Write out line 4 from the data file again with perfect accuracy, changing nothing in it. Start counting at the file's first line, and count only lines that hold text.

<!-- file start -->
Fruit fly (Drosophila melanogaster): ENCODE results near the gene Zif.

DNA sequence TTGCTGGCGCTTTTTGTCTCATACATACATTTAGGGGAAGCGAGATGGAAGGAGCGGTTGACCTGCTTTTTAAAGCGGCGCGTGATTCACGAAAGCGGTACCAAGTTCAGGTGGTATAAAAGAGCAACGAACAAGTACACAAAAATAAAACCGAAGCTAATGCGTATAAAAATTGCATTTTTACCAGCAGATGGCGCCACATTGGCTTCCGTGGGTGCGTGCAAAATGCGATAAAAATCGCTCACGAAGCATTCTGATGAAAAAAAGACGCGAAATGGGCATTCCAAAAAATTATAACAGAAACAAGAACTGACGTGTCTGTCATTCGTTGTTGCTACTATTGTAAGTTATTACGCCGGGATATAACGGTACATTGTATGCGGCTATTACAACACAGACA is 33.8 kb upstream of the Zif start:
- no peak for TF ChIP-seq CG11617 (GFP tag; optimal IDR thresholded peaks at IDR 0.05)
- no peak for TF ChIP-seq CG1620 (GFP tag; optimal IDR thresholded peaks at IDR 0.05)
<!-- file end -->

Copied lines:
- no peak for TF ChIP-seq CG1620 (GFP tag; optimal IDR thresholded peaks at IDR 0.05)